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Our blood is teeming with “forever chemicals.” Can we remove them by donating blood?

In their daily job of protecting lives, firefighters are exposed to a lot of hazards — not just smoke and fire, but unsafe traffic, violence and vicious cats in trees. However, one of the most perilous risks in firefighting can be somewhat invisible: so-called “forever chemicals,” the substances that are use to suppress fires, such as in fire extinguishers and foams dumped on wildfires....

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Forty-six million Americans are drinking “forever chemicals” in their tap water, report finds

The Environmental Protection Agency (EPA) announced on Thursday that so-called “forever chemicals” exist at unsafe levels in the drinking water of roughly 46 million Americans. Specifically, the toxic chemicals known as PFAS (per-and polyfluoroalkyl substances) were present in one out of four public drinking water systems in quantities at or above the agency’s minimum reporting levels....

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“Forever chemicals” are everywhere: Here are the 6 products most likely to be in your home

When a person hears the term “forever chemicals,” it is unlikely that their immediate reaction is, “Yum! I want that inside my body!” Yet these so-called forever chemicals — technically known as per- and polyfluoroalkyl substances (PFAS), as well as chemicals like bisphenols— are absolutely everywhere. It is a statistical certainty that a person reading this article has forever chemicals in their bloodstream, and perhaps in other tissues....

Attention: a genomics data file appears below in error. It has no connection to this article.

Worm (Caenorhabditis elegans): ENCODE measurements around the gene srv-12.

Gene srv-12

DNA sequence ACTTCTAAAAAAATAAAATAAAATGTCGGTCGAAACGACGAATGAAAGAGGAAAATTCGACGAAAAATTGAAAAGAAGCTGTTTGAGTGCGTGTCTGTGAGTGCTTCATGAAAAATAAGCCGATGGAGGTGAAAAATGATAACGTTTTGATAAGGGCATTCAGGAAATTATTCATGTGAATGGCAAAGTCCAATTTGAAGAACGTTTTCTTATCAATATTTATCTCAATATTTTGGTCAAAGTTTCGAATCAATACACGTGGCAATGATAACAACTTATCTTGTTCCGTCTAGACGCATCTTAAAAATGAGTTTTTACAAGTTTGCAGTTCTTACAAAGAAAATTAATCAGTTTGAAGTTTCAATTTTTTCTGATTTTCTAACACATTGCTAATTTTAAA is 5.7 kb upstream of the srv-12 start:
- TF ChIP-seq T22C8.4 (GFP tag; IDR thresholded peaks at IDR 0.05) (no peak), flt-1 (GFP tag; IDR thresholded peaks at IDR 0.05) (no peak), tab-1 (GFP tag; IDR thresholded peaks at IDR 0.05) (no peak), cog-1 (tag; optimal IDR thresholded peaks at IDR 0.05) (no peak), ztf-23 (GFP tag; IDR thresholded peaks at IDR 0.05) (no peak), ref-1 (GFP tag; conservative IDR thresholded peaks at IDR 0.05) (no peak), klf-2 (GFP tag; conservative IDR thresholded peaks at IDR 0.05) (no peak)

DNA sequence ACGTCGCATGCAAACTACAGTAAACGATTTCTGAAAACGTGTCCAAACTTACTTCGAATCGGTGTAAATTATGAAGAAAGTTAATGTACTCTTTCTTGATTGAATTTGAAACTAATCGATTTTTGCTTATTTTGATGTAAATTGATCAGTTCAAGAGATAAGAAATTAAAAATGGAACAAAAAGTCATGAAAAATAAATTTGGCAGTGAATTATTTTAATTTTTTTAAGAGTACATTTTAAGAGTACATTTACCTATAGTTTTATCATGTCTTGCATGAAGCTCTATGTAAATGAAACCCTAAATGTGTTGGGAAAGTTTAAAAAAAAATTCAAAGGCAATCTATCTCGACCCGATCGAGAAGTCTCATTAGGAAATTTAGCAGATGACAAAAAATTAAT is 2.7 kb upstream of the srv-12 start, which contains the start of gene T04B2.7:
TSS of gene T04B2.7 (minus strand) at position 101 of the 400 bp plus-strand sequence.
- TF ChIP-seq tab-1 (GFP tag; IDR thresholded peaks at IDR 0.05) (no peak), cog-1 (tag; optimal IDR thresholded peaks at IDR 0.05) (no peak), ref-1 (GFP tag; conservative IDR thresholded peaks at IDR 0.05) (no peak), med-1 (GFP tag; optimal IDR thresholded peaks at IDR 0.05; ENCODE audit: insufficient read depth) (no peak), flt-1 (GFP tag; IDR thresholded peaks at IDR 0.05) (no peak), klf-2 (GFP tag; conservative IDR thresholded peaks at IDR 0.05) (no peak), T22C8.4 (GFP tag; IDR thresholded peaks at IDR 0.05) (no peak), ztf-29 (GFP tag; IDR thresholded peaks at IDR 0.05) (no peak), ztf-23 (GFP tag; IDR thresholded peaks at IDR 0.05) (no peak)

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“Regrettable substitutions”: Why it’s hard to ban “forever” chemicals, according to experts

Teflon is probably the most famous of the “forever chemicals,” but it is far from alone among them. Although one would hope that governments would heavily regulate a product linked to serious health issues like cancer, high blood pressure and infertility, chemicals known as PFAS (short for per- and polyfluoroalkyl substances) are largely able to slip under the radar....

Originally posted on salon.com

How did nonstick “forever chemicals” get into our food? Blame pesticides

Pesticides have come under increased scrutiny in recent years. From the discovery that the herbicide glyphosate is in 80 percent of Americans’ urine to concerns that weedkillers’ neonicotinoids in pesticides are killing off bees, scientists keep amassing alarming information about the products ostensibly intended to protect our food. Now a recent study by a nonprofit focused on protecting the environment reveals a new problem with pesticides: They are filled with forever chemicals, a class of compound that is typically used in nonstick and waterproof surfaces....

Originally posted on salon.com